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December 2020 - Year 22 - Issue 6

ISSN 1755-9715

New Freely-available Titles about and for Teachers' Professional Development

Creating Global Change, IATEFL Global Issues SIG (GISIG), 2020

Open access:

Extract from Foreword by Margit Szesztay:

This publication takes us on a magic carpet tour and allows us to peer into thirty classrooms across four continents. What makes it special is that each article is written from a practitioner’s perspective, in a personal voice. Reading the articles feels like sitting with a fellow teacher over a cup of tea and listening to their stories.

There are stories of pain and hardship, of students and teachers who live in places under the threat of terrorism and armed conflict, many of whom have lived through emotional and physical trauma. There are stories of stark gender inequality and the lack of basic education – especially for girls. We hear about places facing environmental issues that have a dramatic impact on the lives of teachers and their students.

But above all, these stories are about teachers turning their classrooms into a safe place where students under their care are given a voice and where real concerns, problems, hopes and aspirations can be discussed. For example, you can find out about how creating ’menstrual cycle bracelets’ contributes to sex education in Cameroon or the way thinking routines such as ’See-Think-Wonder’ can empower young female students in Saudi-Arabia. Reflecting on our everyday language use, a fellow teacher from Singapore suggests that it makes a difference whether we ’kill two birds with one stone’ or ’feed two birds with one bowl’.


Mentoring teachers to research their classrooms: a practical handbook, Richard Smith. New Delhi: British Council India, 2020

Open Access:

Interest in teacher-research for purposes of professional development has been on the increase for several years, and the needs for effective mentoring in this area are widely recognised. However, there has been a lack of guidance and material support regarding how mentors can help teachers engage in research. This book bridges the gap by offering insights, practical ideas and activities based on direct experience within teacher-research mentoring projects and programmes internationally, in particular in Latin America and South Asia. Via down-to-earth advice and engaging activities, the book will help both practising and intending teacher-research mentors to develop their skills in this increasingly important area.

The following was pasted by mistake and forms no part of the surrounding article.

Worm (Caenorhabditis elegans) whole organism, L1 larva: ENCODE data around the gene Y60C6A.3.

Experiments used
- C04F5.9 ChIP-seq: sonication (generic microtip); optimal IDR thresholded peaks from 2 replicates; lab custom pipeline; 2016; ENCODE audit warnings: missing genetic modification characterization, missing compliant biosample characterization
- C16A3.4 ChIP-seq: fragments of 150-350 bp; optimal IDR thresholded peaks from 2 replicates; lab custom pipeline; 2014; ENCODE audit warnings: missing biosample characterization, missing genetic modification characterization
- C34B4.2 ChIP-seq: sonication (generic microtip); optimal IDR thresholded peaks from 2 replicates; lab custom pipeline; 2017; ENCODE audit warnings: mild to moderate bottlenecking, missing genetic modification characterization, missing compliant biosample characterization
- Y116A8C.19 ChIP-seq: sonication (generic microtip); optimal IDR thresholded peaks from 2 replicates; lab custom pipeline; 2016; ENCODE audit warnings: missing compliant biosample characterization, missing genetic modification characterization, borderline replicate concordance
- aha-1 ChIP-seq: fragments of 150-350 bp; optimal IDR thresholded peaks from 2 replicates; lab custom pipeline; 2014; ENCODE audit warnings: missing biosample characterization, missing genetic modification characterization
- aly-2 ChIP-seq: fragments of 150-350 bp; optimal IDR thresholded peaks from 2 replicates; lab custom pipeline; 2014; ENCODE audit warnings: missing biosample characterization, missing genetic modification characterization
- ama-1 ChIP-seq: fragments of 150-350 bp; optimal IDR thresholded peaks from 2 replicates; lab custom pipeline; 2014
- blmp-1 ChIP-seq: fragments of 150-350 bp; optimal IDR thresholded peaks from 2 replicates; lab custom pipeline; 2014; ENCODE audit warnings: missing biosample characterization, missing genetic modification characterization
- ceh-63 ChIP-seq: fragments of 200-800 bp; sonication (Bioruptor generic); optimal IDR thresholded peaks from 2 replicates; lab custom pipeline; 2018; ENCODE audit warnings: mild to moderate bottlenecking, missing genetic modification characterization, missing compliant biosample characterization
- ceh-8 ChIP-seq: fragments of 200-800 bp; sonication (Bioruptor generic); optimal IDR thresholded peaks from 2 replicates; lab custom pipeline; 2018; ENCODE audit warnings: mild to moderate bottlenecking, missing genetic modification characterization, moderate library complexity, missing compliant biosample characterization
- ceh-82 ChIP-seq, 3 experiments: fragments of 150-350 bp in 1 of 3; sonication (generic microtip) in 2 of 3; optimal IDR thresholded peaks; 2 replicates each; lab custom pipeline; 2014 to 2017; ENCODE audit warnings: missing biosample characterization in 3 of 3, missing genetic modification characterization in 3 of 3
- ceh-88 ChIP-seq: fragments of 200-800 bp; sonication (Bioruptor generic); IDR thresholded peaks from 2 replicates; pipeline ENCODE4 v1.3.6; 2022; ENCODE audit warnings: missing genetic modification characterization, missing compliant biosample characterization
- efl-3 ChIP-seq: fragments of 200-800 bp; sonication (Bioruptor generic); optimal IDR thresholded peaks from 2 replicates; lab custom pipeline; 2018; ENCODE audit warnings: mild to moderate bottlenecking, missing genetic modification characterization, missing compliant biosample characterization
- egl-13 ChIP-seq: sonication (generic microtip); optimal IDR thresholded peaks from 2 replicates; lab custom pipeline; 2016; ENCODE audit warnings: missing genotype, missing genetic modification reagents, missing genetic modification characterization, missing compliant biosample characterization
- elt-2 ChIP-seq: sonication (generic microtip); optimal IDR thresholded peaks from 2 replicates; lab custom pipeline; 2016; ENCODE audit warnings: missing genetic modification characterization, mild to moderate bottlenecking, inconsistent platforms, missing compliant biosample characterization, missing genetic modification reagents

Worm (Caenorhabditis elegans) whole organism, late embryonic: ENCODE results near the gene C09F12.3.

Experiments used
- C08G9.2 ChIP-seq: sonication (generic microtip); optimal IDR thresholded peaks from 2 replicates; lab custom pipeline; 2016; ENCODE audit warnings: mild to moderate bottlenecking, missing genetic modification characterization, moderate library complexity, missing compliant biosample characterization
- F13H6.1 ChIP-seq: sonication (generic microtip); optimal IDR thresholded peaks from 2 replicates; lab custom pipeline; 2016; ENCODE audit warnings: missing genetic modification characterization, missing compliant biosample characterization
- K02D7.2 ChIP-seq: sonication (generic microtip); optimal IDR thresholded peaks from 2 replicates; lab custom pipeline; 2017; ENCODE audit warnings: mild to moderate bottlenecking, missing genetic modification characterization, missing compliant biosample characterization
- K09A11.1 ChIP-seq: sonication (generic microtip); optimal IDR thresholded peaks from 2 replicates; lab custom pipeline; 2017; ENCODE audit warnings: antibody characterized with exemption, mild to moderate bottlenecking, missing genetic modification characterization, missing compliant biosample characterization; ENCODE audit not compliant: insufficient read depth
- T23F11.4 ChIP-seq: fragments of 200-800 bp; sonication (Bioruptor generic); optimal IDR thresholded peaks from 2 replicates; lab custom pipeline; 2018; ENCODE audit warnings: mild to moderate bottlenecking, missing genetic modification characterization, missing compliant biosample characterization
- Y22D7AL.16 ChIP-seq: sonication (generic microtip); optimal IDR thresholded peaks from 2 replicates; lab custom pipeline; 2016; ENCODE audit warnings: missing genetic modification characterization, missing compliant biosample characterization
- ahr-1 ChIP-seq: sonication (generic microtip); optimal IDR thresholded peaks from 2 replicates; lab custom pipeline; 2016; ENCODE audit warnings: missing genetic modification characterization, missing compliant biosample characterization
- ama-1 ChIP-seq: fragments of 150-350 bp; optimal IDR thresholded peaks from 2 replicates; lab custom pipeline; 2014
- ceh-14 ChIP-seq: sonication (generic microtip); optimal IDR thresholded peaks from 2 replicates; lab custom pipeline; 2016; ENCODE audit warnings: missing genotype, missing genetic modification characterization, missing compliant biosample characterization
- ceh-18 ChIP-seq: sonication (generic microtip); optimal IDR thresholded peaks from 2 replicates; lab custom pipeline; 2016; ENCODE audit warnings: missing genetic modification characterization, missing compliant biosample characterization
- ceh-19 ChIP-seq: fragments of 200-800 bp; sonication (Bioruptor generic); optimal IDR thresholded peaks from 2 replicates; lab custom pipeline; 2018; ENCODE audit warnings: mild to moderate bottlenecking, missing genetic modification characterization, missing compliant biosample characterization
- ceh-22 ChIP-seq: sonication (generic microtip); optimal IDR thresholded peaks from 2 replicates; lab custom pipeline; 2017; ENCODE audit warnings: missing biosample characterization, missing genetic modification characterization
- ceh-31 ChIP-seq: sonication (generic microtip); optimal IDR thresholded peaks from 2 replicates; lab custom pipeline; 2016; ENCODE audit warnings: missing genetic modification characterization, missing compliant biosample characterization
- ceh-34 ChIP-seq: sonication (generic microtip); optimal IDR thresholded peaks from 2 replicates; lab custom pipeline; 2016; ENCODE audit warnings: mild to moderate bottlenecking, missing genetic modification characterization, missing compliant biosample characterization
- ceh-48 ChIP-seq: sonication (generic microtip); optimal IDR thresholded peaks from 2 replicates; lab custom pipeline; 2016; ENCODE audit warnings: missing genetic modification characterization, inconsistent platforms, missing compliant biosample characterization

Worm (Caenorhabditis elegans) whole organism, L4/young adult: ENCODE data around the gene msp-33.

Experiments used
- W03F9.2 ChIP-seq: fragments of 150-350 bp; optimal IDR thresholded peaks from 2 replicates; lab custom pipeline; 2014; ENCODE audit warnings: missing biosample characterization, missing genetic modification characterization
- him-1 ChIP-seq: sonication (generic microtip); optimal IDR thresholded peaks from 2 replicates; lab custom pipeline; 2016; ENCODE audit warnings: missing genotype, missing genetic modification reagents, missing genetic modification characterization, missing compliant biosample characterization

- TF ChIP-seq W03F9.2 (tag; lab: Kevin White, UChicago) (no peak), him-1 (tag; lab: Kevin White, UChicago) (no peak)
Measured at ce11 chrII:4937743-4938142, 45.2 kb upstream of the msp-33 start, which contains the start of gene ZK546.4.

There is also a series of video-recorded interviews with mentors, which are linked to from within this publication. These are separately available here:


Creating Change: Global Issues in ELT in Africa, IATEFL Global Issues SIG (GISIG), 2020

Open access:

Extract from Foreword by Richard Kiely:

This collection of papers makes a contribution to the development of ELT in three ways.

First, it shows that global issues are at their heart local issues. The papers illustrate the ways these issues impact lives, and can transform communication in classrooms and other spaces where teachers and students interact. The issues relate to gender, particularly aspects of women’s and girls’ lives, healthcare, the environment, and socio-economic development. They are issues which are current or problematic in communities, which are meaningful for students, and which have the potential for horizon-shifting education as well as narrowly-constructed language instruction.

Second, these papers have ideas and activities for the English classroom. In the best tradition of Communicative Language Teaching, they combine what is meaningful, with activities to develop skills of comprehension, expression and articulation.

The ideas in this collection have the potential to not only challenge the thinking on current and difficult issues, but also to transform the pedagogy, to change the classroom into a safe space for exploring concerns, fears and difficult experiences.

Third, the writers of these papers are not just teachers: they are also Teacher Association (TA) activists. They are members of collectives of teachers who work together and with others to address local issues (which are also global issues), to act for the professional development of all teachers, and to support and guide novice teachers. These papers illustrate how teachers as part of TAs can be agents, and not just recipients of training and professional development.

This is a collection of papers to make us think. And then, to reflect on our practice as teachers, and on the potential of classrooms as spaces for engagement with the issues which really matter.

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